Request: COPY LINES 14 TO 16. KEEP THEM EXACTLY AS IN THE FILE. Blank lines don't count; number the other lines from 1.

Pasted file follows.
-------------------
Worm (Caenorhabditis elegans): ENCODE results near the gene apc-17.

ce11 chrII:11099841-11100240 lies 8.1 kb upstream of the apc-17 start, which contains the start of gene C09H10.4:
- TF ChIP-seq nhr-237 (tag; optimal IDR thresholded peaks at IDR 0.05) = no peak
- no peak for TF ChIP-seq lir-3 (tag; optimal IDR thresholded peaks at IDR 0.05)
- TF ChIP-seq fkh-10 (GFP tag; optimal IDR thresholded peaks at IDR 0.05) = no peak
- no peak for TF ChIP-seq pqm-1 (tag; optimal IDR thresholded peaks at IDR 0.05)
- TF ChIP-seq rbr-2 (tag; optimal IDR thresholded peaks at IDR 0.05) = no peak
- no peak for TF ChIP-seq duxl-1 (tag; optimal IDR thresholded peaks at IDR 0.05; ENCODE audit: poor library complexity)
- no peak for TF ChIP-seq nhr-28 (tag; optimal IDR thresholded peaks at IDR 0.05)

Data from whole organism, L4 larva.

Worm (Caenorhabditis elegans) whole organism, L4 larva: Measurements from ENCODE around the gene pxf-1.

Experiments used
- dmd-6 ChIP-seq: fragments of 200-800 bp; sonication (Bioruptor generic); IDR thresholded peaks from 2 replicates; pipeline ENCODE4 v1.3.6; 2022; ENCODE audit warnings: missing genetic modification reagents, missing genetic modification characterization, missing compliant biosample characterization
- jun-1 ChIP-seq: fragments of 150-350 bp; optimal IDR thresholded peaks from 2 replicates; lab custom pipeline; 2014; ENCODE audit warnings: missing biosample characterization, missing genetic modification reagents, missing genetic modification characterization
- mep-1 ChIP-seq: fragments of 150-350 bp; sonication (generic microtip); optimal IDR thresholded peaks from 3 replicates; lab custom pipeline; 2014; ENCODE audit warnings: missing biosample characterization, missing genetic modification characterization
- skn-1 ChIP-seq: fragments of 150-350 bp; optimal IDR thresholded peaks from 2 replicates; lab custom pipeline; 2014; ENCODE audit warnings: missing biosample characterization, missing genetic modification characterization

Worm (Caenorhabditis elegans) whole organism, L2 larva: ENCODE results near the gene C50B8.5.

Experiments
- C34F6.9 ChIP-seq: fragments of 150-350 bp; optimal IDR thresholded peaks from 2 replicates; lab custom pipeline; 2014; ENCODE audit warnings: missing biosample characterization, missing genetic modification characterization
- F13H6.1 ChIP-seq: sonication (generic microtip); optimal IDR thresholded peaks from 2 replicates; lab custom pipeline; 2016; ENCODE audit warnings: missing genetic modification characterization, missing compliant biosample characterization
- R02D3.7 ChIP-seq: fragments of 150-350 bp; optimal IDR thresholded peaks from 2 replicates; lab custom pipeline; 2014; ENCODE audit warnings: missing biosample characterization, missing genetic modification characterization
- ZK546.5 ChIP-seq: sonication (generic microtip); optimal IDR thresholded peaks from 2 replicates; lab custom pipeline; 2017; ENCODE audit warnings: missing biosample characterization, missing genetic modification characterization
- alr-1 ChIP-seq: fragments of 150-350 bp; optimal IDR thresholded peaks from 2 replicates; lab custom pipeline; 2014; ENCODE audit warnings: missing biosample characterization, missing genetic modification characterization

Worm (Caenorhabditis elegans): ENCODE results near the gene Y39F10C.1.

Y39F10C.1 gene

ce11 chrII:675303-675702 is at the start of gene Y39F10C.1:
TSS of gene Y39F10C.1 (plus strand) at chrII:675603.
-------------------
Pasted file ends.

- jun-1 ChIP-seq: fragments of 150-350 bp; optimal IDR thresholded peaks from 2 replicates; lab custom pipeline; 2014; ENCODE audit warnings: missing biosample characterization, missing genetic modification reagents, missing genetic modification characterization
- mep-1 ChIP-seq: fragments of 150-350 bp; sonication (generic microtip); optimal IDR thresholded peaks from 3 replicates; lab custom pipeline; 2014; ENCODE audit warnings: missing biosample characterization, missing genetic modification characterization
- skn-1 ChIP-seq: fragments of 150-350 bp; optimal IDR thresholded peaks from 2 replicates; lab custom pipeline; 2014; ENCODE audit warnings: missing biosample characterization, missing genetic modification characterization